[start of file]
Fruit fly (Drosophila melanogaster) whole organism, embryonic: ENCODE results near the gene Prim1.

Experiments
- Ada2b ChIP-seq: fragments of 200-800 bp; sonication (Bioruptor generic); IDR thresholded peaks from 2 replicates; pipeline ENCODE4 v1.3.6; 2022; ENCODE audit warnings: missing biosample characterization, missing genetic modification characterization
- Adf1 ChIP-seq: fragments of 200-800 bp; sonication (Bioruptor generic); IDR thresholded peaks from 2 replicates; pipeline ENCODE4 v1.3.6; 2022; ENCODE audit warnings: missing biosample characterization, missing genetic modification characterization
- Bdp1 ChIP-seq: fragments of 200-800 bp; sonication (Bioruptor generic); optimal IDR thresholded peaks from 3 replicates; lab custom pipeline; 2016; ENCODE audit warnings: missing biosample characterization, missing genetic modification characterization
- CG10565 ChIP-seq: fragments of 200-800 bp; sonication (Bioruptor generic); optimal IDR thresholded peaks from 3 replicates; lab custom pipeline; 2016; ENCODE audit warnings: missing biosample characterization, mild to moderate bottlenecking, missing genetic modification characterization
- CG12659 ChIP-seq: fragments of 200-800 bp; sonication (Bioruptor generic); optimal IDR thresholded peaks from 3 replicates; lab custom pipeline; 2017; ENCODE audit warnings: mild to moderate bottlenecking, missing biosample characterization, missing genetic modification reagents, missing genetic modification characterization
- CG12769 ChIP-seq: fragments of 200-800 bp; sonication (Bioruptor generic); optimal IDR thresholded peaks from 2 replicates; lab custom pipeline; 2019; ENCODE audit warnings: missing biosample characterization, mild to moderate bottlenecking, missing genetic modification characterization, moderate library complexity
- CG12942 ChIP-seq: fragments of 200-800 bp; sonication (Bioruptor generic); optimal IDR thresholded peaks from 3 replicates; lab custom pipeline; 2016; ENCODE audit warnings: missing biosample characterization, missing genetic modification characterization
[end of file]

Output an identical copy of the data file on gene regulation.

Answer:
Fruit fly (Drosophila melanogaster) whole organism, embryonic: ENCODE results near the gene Prim1.

Experiments
- Ada2b ChIP-seq: fragments of 200-800 bp; sonication (Bioruptor generic); IDR thresholded peaks from 2 replicates; pipeline ENCODE4 v1.3.6; 2022; ENCODE audit warnings: missing biosample characterization, missing genetic modification characterization
- Adf1 ChIP-seq: fragments of 200-800 bp; sonication (Bioruptor generic); IDR thresholded peaks from 2 replicates; pipeline ENCODE4 v1.3.6; 2022; ENCODE audit warnings: missing biosample characterization, missing genetic modification characterization
- Bdp1 ChIP-seq: fragments of 200-800 bp; sonication (Bioruptor generic); optimal IDR thresholded peaks from 3 replicates; lab custom pipeline; 2016; ENCODE audit warnings: missing biosample characterization, missing genetic modification characterization
- CG10565 ChIP-seq: fragments of 200-800 bp; sonication (Bioruptor generic); optimal IDR thresholded peaks from 3 replicates; lab custom pipeline; 2016; ENCODE audit warnings: missing biosample characterization, mild to moderate bottlenecking, missing genetic modification characterization
- CG12659 ChIP-seq: fragments of 200-800 bp; sonication (Bioruptor generic); optimal IDR thresholded peaks from 3 replicates; lab custom pipeline; 2017; ENCODE audit warnings: mild to moderate bottlenecking, missing biosample characterization, missing genetic modification reagents, missing genetic modification characterization
- CG12769 ChIP-seq: fragments of 200-800 bp; sonication (Bioruptor generic); optimal IDR thresholded peaks from 2 replicates; lab custom pipeline; 2019; ENCODE audit warnings: missing biosample characterization, mild to moderate bottlenecking, missing genetic modification characterization, moderate library complexity
- CG12942 ChIP-seq: fragments of 200-800 bp; sonication (Bioruptor generic); optimal IDR thresholded peaks from 3 replicates; lab custom pipeline; 2016; ENCODE audit warnings: missing biosample characterization, missing genetic modification characterization